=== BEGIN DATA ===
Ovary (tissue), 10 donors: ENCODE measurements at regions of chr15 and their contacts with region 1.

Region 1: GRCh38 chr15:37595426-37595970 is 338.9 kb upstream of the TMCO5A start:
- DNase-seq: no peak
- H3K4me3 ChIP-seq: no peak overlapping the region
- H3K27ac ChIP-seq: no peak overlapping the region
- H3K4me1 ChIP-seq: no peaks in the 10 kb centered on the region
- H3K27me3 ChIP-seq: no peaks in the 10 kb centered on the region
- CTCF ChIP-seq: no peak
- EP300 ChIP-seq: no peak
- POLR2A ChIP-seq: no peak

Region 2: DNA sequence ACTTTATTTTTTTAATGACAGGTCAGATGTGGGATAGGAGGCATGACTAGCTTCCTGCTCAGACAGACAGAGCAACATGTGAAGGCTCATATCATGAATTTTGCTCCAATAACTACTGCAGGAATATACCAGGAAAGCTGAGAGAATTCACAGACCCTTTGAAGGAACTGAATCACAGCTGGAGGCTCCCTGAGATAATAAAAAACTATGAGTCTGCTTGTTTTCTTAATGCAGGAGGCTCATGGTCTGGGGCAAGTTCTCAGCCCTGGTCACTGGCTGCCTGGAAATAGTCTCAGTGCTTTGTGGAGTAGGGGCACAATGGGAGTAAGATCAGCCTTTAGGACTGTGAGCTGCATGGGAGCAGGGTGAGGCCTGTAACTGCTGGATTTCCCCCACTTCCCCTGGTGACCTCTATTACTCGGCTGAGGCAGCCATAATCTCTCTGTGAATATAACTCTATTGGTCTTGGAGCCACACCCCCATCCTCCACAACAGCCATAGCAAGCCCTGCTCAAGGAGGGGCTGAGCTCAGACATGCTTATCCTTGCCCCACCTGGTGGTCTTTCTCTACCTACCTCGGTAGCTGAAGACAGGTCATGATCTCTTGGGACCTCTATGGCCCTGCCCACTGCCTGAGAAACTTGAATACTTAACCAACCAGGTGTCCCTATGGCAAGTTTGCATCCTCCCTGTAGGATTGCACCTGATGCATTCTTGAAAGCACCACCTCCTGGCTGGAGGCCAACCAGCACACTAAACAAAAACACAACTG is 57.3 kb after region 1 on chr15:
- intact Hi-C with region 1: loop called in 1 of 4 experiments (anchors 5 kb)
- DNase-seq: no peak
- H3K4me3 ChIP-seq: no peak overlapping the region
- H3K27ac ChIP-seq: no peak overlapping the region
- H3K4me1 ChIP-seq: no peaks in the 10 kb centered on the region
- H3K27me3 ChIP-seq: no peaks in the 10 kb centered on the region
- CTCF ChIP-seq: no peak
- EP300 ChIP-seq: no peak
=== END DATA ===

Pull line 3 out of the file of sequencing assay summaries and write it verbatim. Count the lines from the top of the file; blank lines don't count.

- DNase-seq: no peak